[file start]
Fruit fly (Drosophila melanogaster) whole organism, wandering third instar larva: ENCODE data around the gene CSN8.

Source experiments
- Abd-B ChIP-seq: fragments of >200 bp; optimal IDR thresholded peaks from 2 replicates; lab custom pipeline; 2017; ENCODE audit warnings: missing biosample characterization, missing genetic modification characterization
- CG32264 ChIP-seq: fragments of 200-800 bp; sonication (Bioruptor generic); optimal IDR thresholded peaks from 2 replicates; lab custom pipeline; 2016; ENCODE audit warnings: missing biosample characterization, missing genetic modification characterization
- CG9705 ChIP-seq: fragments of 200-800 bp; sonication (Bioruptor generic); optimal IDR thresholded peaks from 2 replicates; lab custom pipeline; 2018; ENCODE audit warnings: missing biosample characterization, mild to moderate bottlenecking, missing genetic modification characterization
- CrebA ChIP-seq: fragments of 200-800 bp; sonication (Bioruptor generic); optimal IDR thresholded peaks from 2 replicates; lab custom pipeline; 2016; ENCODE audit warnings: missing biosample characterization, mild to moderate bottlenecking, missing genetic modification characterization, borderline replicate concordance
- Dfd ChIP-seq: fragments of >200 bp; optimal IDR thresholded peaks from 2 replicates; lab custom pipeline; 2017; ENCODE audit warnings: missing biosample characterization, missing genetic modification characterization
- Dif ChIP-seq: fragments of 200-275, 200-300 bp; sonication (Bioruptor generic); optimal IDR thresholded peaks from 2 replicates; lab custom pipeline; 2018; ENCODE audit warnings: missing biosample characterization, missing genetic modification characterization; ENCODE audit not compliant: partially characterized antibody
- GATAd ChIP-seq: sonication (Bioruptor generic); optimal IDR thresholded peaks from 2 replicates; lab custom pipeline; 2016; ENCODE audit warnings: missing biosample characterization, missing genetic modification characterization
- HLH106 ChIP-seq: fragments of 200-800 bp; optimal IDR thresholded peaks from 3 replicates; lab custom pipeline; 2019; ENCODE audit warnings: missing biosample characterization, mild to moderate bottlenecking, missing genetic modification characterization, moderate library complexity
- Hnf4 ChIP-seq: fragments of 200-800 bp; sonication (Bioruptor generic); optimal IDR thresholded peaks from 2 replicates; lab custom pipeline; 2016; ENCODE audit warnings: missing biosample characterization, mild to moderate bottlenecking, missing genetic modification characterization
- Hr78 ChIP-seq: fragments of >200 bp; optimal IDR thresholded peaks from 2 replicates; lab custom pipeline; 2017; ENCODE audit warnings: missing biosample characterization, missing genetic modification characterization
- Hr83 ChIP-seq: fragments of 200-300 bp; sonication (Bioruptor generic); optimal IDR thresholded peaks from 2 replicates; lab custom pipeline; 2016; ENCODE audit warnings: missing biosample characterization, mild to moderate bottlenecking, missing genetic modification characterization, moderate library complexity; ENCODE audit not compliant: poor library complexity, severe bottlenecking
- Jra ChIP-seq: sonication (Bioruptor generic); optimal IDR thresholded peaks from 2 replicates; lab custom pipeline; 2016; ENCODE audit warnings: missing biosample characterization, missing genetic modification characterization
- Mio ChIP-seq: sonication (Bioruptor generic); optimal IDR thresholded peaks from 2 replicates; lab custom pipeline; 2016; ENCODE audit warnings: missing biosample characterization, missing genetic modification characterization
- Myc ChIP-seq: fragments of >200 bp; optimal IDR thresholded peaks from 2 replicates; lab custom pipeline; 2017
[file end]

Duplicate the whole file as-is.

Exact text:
Fruit fly (Drosophila melanogaster) whole organism, wandering third instar larva: ENCODE data around the gene CSN8.

Source experiments
- Abd-B ChIP-seq: fragments of >200 bp; optimal IDR thresholded peaks from 2 replicates; lab custom pipeline; 2017; ENCODE audit warnings: missing biosample characterization, missing genetic modification characterization
- CG32264 ChIP-seq: fragments of 200-800 bp; sonication (Bioruptor generic); optimal IDR thresholded peaks from 2 replicates; lab custom pipeline; 2016; ENCODE audit warnings: missing biosample characterization, missing genetic modification characterization
- CG9705 ChIP-seq: fragments of 200-800 bp; sonication (Bioruptor generic); optimal IDR thresholded peaks from 2 replicates; lab custom pipeline; 2018; ENCODE audit warnings: missing biosample characterization, mild to moderate bottlenecking, missing genetic modification characterization
- CrebA ChIP-seq: fragments of 200-800 bp; sonication (Bioruptor generic); optimal IDR thresholded peaks from 2 replicates; lab custom pipeline; 2016; ENCODE audit warnings: missing biosample characterization, mild to moderate bottlenecking, missing genetic modification characterization, borderline replicate concordance
- Dfd ChIP-seq: fragments of >200 bp; optimal IDR thresholded peaks from 2 replicates; lab custom pipeline; 2017; ENCODE audit warnings: missing biosample characterization, missing genetic modification characterization
- Dif ChIP-seq: fragments of 200-275, 200-300 bp; sonication (Bioruptor generic); optimal IDR thresholded peaks from 2 replicates; lab custom pipeline; 2018; ENCODE audit warnings: missing biosample characterization, missing genetic modification characterization; ENCODE audit not compliant: partially characterized antibody
- GATAd ChIP-seq: sonication (Bioruptor generic); optimal IDR thresholded peaks from 2 replicates; lab custom pipeline; 2016; ENCODE audit warnings: missing biosample characterization, missing genetic modification characterization
- HLH106 ChIP-seq: fragments of 200-800 bp; optimal IDR thresholded peaks from 3 replicates; lab custom pipeline; 2019; ENCODE audit warnings: missing biosample characterization, mild to moderate bottlenecking, missing genetic modification characterization, moderate library complexity
- Hnf4 ChIP-seq: fragments of 200-800 bp; sonication (Bioruptor generic); optimal IDR thresholded peaks from 2 replicates; lab custom pipeline; 2016; ENCODE audit warnings: missing biosample characterization, mild to moderate bottlenecking, missing genetic modification characterization
- Hr78 ChIP-seq: fragments of >200 bp; optimal IDR thresholded peaks from 2 replicates; lab custom pipeline; 2017; ENCODE audit warnings: missing biosample characterization, missing genetic modification characterization
- Hr83 ChIP-seq: fragments of 200-300 bp; sonication (Bioruptor generic); optimal IDR thresholded peaks from 2 replicates; lab custom pipeline; 2016; ENCODE audit warnings: missing biosample characterization, mild to moderate bottlenecking, missing genetic modification characterization, moderate library complexity; ENCODE audit not compliant: poor library complexity, severe bottlenecking
- Jra ChIP-seq: sonication (Bioruptor generic); optimal IDR thresholded peaks from 2 replicates; lab custom pipeline; 2016; ENCODE audit warnings: missing biosample characterization, missing genetic modification characterization
- Mio ChIP-seq: sonication (Bioruptor generic); optimal IDR thresholded peaks from 2 replicates; lab custom pipeline; 2016; ENCODE audit warnings: missing biosample characterization, missing genetic modification characterization
- Myc ChIP-seq: fragments of >200 bp; optimal IDR thresholded peaks from 2 replicates; lab custom pipeline; 2017